The Guardian UK published an article last week entitled: “We are destroying rainforests so quickly they may be gone in 100 years.”

“People have been deforesting the tropics for thousands of years for timber and farming, but now, nothing less than the physical transformation of the Earth is taking place. Every year about 18m hectares of forest – an area the size of England and Wales – is felled. In just 40 years, possibly 1bn hectares, the equivalent of Europe, has gone.

Half the world’s rainforests have been razed in a century, and the latest satellite analysis shows that in the last 15 years new hotspots have emerged from Cambodia to Liberia. At current rates, they will vanish altogether in 100 years.”

This is heartbreaking.

But fear not — we have the solutions available to solve this problem.

We just need to step up and continue taking action to protect our planet for future generations. Our children and grandchildren deserve to live in a world where rainforests still exist! Plus, we’ll be needing them to survive. More on that later.

Let me back up though.

What is deforestation and why is it such a big deal?

Deforestation, the mass clearing of forests, is one of the biggest drivers of climate change. It contributes to more than 7 billion tonnes of carbon emissions every year which is approximately 15 - 17% of all greenhouse gas emissions. (That’s more than the ENTIRE global transportation sector combined.)  

It’s widely recognized by the scientific community that keeping forests alive will play a critical role in combatting climate change, and that reducing emissions from deforestation and forest degradation must become a priority — so much so that it was included in the historic Paris Climate Agreement in 2015.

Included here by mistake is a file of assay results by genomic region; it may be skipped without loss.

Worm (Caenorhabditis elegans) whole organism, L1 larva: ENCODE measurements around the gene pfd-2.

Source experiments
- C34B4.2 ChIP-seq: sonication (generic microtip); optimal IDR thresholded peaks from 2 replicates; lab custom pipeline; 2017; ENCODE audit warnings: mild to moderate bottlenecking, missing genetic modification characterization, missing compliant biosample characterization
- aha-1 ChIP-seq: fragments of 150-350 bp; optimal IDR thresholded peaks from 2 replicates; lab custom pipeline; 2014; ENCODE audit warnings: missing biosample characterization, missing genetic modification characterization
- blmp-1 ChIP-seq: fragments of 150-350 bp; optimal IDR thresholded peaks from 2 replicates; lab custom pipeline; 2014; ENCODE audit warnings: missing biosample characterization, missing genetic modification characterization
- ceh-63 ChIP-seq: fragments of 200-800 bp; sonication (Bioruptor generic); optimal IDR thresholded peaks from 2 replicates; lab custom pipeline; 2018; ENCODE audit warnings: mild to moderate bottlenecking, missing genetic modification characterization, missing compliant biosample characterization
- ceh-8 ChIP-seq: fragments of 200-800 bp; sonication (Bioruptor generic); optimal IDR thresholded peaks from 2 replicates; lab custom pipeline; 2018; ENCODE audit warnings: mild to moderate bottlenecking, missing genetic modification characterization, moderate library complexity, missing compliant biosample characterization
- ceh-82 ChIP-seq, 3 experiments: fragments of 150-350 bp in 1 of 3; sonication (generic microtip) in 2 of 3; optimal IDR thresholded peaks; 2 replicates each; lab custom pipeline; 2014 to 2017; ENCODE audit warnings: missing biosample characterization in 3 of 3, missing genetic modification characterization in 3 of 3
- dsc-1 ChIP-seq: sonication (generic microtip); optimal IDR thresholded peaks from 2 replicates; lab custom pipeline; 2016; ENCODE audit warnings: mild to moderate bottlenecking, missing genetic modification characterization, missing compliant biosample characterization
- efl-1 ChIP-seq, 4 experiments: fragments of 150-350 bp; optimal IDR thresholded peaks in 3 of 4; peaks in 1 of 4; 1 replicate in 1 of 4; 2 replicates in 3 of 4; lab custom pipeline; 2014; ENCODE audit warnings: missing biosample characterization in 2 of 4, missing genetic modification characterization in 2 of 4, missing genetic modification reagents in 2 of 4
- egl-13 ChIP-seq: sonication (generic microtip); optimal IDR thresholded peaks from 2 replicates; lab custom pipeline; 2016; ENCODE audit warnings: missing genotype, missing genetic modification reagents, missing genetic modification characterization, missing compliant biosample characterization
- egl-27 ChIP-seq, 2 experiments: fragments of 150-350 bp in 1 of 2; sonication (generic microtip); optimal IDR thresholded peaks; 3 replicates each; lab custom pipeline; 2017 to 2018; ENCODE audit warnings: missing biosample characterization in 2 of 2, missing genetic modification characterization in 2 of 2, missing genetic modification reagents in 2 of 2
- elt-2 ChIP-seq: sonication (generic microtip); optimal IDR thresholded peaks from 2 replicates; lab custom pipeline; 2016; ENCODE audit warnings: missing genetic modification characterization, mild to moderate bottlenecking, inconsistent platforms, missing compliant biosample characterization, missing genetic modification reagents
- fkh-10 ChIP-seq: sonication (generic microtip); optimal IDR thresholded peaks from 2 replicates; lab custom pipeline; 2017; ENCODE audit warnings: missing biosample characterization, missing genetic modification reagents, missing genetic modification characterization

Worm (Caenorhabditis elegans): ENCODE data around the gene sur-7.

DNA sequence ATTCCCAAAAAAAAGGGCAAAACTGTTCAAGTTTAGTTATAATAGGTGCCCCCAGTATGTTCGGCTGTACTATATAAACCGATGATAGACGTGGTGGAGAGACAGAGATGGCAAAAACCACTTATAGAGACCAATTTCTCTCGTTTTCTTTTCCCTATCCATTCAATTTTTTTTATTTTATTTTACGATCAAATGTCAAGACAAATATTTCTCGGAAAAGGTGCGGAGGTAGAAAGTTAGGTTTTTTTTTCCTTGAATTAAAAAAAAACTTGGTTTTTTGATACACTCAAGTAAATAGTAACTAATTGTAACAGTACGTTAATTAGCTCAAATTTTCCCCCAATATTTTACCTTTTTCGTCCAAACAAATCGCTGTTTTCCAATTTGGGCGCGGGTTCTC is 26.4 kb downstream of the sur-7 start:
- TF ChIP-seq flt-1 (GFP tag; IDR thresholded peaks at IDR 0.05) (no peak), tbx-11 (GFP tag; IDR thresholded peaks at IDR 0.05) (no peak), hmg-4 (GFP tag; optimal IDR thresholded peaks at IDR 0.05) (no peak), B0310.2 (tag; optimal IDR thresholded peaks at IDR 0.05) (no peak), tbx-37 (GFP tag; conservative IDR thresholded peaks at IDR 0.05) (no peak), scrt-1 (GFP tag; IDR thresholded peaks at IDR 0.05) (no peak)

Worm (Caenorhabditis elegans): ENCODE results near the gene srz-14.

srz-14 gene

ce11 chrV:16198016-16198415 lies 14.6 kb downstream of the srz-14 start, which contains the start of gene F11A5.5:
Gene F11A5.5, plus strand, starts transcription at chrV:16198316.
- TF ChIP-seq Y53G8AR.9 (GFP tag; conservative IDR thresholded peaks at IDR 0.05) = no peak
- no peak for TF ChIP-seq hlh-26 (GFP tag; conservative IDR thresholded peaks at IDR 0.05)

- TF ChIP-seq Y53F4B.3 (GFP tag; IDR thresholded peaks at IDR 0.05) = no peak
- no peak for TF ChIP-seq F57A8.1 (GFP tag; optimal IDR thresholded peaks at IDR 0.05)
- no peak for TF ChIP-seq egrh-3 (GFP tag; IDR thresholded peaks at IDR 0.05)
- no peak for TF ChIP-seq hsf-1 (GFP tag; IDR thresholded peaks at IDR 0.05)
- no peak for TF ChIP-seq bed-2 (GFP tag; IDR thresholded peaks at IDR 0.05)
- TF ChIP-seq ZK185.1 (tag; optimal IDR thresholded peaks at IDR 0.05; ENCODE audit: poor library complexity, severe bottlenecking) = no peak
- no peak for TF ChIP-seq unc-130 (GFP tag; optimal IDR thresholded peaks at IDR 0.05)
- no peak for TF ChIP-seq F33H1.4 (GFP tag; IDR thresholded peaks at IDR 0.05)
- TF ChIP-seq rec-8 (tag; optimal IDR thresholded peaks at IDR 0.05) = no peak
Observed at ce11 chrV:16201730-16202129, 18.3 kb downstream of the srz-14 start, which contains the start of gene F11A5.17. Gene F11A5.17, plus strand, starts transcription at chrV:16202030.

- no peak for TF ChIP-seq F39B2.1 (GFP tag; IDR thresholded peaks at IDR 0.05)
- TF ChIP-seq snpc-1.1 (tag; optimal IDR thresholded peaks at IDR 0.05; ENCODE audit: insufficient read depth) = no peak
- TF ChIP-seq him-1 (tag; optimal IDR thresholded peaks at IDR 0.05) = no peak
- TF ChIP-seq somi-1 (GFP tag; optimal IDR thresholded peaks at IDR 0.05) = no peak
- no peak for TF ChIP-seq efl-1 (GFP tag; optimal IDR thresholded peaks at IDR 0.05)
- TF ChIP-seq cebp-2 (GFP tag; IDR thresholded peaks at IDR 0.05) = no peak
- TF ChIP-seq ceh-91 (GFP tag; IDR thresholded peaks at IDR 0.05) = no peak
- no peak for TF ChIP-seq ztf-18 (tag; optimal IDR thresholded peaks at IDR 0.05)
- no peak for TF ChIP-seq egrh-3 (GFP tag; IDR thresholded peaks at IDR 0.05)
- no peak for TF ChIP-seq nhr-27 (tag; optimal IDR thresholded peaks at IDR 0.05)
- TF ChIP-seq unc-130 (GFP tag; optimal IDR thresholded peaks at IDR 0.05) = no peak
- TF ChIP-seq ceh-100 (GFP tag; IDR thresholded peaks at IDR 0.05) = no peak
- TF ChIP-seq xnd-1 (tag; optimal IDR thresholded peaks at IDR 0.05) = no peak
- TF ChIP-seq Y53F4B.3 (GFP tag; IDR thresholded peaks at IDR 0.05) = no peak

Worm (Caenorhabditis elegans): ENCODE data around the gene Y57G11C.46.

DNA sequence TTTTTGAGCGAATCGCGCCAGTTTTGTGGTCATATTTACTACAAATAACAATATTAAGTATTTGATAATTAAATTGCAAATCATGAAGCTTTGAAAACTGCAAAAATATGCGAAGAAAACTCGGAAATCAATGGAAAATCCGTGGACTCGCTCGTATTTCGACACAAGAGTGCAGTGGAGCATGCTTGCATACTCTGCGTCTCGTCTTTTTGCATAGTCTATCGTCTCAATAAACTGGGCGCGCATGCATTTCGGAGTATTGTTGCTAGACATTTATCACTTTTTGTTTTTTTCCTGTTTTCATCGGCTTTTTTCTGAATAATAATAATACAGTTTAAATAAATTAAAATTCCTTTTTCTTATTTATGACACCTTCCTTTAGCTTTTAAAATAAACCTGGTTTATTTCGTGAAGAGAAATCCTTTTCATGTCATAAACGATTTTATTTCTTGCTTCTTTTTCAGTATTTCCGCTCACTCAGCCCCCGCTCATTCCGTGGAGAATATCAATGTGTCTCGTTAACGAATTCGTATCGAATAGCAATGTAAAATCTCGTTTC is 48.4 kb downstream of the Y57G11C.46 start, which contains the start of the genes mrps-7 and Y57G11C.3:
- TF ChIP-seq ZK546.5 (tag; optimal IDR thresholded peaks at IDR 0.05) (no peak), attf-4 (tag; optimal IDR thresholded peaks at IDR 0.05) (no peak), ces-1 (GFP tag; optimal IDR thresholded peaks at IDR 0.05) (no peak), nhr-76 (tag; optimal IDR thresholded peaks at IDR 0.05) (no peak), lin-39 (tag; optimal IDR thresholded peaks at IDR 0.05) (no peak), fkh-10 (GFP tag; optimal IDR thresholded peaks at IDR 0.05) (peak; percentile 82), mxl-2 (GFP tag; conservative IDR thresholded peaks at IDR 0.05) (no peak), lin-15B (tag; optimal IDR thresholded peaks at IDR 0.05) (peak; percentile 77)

An overwhelming majority of climate scientists agree that we need to reduce greenhouse gas emissions by 17 Billion tonnes annually by the year  2020, to avoid what they say is "catastrophic climate change" that is both irreversible and exponential. Long story short — we must protect our forests if we want to solve the climate crisis.

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Why keeping our forests standing is so important

Aside from being incredibly beautiful, forests are significant in terms of the people, communities and wildlife who rely on them to survive.

On top of all of that, forests help regulate the climate. While a forest lives it helps stabilize our changing climate by absorbing greenhouse gas emissions. Living forests also provide livelihoods for forest communities, habitat for biodiversity, and ecosystem services like fresh water.

When we destroy a forest, we impoverish the forest people, drive species towards extinction, and threaten the resources humans need for survival.

How to get involved today

Keep a forest standing! It is one of the most effective actions you as an individual can take to reverse the dangerous effects of climate change.

Stand For Trees uses the power of social media and crowdfunding to enable individual citizens to take real and effective action to reduce deforestation and curb climate change.

Through an innovative mobile web solution, individuals can purchase Stand For Trees Certificates which are high quality, REDD+ verified carbon credits that help communities protect specific endangered forests and wildlife habitats.

You can choose from 17 projects in Africa, Asia & South America.

The Stand For Trees model places value on forests as standing, living ecosystems. It provides an economic alternative for communities living in forested areas so that they have a real choice between destroying their environment for survival or pursuing a sustainable pathway to economic development.

For example, $10 USD on a Stand For Trees Certificate prevents one metric tonne of carbon dioxide (CO2) from being released into the atmosphere while protecting threatened ecosystems that sustain forest communities and endangered species.

That's making a difference. 


Defend the Planet

What We Must Do Now to Still Have Rainforests in 100 Years

By Natalie Prolman